Bloomington: Lyndale Avenue Corridor site

The Lyndale Avenue Corridor site is located approximately three blocks east and west of Lyndale Avenue South between 90th Street and 96th Street in Bloomington, Minn. The site is primarily commercial and industrial properties bordered by residences on the southeast side and west side. Several businesses in the corridor, including manufacturing, vehicle repair and dry cleaning facilities, have used or are currently using hazardous chemicals. Investigation activities in Bloomington have identified contamination in the groundwater and soil vapor along the Lyndale Avenue Corridor.

What's the problem?

The primary contaminants of concern are trichloroethylene (TCE) and tetrachloroethylene (PCE), also known as perchloroethylene or perc. TCE and PCE are solvents used for metal cleaning and other industrial processes. PCE is also commonly used in dry cleaning.

Groundwater contaminated with TCE and PCE can release vapors back into the soil which can enter nearby buildings and pose health risks to the people living and working in them. This is commonly referred to as vapor intrusion. The MPCA wants to take steps to reduce or eliminate vapor intrusion where possible.

Drinking water is not affected by the groundwater contamination at the site. Bloomington’s municipal water system currently meets all federal and state drinking water requirements.

Lyndale Avenue Corridor Superfund site

MPCA response

In 2009, a property located within the Lyndale Avenue Corridor Site was referred to the MPCA when volatile organic compounds (VOCs) were found in the groundwater. The MPCA reviewed historic information on other contaminated properties within the Lyndale Avenue Corridor area in 2010 and found similar contaminants in the groundwater. Further investigation and sampling in 2012 and 2013 helped define the extent of PCE and TCE contamination in groundwater and also identified potential chemical vapor intrusion risks.

The MPCA collects vapor samples beneath the concrete floor on the lowest level of a building and has the samples analyzed to determine if there are chemical vapors present below the building. These samples are called sub-slab vapor samples. The analytical results are compared with vapor intrusion screening values (ISVs) established by the Minnesota Department of Health (MDH). If a chemical sub-slab vapor concentration is above a criterion of 33 times the ISV, there is the potential for chemical vapor intrusion and a vapor mitigation system is needed at the building. Residential buildings have a lower ISV criteria than commercial buildings.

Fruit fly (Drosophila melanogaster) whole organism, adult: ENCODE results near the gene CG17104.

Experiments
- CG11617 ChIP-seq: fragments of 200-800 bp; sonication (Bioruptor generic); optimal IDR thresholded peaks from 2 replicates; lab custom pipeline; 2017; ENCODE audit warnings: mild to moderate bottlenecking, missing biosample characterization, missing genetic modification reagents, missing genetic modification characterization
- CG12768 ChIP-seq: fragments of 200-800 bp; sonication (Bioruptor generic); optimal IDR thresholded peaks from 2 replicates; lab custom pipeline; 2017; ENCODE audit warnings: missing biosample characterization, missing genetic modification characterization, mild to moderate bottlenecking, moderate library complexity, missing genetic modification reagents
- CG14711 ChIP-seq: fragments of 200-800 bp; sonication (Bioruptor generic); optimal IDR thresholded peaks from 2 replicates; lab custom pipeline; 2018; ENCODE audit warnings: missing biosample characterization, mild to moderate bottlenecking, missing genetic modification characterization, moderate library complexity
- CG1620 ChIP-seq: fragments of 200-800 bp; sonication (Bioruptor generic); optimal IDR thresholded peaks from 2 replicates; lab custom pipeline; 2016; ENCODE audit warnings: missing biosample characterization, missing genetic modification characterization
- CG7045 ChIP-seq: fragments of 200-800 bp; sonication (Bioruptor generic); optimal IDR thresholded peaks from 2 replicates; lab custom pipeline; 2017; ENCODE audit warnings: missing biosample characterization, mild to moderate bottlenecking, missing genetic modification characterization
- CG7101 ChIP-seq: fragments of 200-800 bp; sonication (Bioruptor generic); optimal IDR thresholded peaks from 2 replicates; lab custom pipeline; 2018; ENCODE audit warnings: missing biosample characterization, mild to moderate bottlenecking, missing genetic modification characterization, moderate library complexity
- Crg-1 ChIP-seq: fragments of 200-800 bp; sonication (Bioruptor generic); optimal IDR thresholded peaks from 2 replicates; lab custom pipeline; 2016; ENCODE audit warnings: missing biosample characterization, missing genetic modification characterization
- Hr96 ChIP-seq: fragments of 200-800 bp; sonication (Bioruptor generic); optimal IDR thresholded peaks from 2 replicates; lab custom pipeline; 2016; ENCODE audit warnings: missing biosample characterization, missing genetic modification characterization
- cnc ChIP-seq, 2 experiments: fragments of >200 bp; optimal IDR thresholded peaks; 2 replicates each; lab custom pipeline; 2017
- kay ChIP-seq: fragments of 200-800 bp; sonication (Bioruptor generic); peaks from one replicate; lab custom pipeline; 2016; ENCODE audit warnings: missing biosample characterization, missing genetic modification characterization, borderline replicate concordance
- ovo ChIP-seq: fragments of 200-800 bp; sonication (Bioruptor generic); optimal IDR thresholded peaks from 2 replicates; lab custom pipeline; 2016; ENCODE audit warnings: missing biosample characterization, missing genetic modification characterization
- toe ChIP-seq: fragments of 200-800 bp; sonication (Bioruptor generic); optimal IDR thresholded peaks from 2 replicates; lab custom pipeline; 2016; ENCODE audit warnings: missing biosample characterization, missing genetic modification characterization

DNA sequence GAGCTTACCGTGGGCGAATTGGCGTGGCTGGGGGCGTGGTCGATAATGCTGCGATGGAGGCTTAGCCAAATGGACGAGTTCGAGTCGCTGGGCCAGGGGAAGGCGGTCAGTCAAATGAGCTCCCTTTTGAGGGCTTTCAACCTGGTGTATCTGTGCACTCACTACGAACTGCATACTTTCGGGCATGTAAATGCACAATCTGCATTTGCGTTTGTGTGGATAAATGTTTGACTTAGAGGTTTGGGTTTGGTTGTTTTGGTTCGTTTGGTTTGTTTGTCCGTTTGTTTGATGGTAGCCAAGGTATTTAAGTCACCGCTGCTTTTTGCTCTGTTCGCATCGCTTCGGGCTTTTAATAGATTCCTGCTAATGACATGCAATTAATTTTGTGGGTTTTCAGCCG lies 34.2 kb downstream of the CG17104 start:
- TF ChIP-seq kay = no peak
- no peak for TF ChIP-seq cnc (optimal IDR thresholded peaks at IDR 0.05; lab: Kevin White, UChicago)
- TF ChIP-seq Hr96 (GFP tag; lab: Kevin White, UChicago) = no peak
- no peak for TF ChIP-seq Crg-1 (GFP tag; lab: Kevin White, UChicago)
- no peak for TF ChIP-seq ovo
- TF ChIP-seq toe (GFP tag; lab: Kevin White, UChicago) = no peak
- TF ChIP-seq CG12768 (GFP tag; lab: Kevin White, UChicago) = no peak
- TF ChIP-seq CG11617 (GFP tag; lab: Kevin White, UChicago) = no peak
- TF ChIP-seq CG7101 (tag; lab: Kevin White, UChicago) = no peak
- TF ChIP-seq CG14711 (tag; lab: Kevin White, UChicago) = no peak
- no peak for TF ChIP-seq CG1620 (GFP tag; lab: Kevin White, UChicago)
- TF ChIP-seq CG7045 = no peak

Since 2014, sub-slab soil vapor samples have been collected from twenty-two single family homes, six apartment buildings, and twenty-two commercial properties. Thirteen single family homes, four apartment buildings, and fourteen commercial properties had sub-slab soil vapor concentrations at or above the screening criteria. The MPCA has installed vapor mitigation systems at twelve single family homes. Four commercial properties have had vapor mitigation systems installed. The owner of three apartment buildings and the owners of three additional commercial building owners have indicated that they are in the process of installing vapor mitigation systems.

Based on the results of recent sub-slab sampling, the area of vapor investigation has been expanded to the east and south.

Health information

When chemical vapors enter buildings through the foundation, the amount in indoor air is usually not high enough to affect most people’s health. The possible health effects from breathing TCE/PCE depends on the amount in indoor air and how long people breathe it.

The Minnesota Department of Health is most concerned about women in the first trimester of pregnancy because TCE exposures may increase the risk of heart defects to the baby.

Exposure to TCE for a long period of time may also affect the immune system. Long-term exposures to TCE/PCE may also increase the risk of certain types of cancer based on studies in workers or animals breathing very high levels of these contaminants (thousands of times greater than what may be found at the school).

For more information regarding health and vapor intrusion please go to the MDH website.

Staff contacts

Tom Reppe

Minn. Department of Health